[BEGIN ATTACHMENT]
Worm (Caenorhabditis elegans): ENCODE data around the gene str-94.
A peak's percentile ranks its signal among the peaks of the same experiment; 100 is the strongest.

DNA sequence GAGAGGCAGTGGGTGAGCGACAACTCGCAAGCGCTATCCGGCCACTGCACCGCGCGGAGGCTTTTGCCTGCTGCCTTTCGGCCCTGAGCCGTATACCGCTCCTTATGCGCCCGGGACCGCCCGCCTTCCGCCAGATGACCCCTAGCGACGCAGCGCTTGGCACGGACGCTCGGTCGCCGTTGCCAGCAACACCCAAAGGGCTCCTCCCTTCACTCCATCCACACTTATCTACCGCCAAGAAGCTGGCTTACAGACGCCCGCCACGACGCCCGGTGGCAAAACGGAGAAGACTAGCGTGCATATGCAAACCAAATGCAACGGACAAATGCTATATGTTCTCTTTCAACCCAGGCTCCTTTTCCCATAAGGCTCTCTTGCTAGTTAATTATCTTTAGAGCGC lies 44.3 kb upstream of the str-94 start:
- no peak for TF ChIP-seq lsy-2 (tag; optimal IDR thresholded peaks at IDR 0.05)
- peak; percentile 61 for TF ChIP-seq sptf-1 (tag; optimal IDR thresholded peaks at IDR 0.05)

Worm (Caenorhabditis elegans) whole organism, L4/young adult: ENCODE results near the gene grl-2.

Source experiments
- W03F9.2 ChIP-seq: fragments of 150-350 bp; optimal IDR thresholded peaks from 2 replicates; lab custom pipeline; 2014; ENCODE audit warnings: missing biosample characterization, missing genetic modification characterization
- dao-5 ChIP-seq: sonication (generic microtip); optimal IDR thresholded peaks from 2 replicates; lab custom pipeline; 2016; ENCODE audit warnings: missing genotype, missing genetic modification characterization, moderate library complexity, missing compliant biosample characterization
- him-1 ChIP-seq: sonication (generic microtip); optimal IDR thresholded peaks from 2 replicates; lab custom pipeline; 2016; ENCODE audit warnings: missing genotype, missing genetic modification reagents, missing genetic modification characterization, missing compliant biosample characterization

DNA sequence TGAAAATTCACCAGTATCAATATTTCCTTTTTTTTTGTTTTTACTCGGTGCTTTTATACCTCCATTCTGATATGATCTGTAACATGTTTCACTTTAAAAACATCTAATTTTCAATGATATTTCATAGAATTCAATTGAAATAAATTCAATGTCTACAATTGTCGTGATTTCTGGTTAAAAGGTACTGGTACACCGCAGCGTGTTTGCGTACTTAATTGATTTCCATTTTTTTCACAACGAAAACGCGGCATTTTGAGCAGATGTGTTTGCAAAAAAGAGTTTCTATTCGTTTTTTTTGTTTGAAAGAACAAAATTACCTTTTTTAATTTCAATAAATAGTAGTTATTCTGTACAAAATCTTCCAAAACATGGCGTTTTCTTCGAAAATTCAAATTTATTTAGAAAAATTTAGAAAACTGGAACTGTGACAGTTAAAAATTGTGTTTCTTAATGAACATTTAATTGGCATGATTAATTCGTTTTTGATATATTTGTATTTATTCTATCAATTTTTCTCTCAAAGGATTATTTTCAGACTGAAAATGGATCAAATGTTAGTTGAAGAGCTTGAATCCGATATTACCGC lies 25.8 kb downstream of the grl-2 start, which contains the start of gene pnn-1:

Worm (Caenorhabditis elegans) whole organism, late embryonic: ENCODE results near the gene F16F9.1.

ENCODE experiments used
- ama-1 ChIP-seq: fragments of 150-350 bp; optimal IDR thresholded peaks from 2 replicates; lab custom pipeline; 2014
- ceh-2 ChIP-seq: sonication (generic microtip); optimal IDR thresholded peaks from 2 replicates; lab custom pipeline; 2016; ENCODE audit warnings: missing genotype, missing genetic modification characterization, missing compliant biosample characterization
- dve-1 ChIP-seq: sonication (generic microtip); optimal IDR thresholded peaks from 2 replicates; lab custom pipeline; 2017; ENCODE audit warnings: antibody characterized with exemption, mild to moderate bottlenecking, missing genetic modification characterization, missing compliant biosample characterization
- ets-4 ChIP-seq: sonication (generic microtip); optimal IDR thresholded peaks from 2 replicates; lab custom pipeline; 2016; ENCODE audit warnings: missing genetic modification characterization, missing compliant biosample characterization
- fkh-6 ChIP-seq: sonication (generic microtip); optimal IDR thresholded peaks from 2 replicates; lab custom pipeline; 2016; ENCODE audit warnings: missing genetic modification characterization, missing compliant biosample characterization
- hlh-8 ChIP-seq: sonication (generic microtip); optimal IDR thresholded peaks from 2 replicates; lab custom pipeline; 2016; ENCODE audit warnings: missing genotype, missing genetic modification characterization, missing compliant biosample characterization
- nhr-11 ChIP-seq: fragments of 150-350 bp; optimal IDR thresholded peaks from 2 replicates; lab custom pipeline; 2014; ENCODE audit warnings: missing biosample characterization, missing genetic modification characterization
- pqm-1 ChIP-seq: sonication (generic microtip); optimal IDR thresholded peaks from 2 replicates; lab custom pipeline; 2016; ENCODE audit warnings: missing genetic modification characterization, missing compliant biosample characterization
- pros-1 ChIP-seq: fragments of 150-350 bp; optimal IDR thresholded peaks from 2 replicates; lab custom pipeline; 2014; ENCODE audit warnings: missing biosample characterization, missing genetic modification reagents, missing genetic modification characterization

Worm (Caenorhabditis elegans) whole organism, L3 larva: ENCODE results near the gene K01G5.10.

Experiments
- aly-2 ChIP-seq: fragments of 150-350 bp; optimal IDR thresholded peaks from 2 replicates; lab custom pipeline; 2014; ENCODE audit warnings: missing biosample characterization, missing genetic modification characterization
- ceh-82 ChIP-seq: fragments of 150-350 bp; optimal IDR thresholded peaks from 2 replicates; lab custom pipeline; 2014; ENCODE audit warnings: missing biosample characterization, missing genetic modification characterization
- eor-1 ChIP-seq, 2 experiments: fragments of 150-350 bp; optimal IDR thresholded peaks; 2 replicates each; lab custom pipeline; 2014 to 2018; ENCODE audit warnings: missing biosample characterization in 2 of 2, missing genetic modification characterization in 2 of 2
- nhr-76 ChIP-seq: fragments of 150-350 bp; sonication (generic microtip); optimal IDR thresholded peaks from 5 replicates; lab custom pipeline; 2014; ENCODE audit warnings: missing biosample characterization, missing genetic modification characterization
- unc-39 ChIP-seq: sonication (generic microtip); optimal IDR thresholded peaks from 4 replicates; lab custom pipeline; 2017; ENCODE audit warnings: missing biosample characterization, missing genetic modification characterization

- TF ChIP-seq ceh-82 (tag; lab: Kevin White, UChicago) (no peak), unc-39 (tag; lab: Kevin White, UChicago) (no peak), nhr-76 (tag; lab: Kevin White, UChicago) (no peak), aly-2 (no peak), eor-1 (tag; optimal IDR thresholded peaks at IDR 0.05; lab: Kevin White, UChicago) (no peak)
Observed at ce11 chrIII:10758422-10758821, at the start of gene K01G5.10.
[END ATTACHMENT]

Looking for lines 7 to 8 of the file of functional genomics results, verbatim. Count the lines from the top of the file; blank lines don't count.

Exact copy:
Source experiments
- W03F9.2 ChIP-seq: fragments of 150-350 bp; optimal IDR thresholded peaks from 2 replicates; lab custom pipeline; 2014; ENCODE audit warnings: missing biosample characterization, missing genetic modification characterization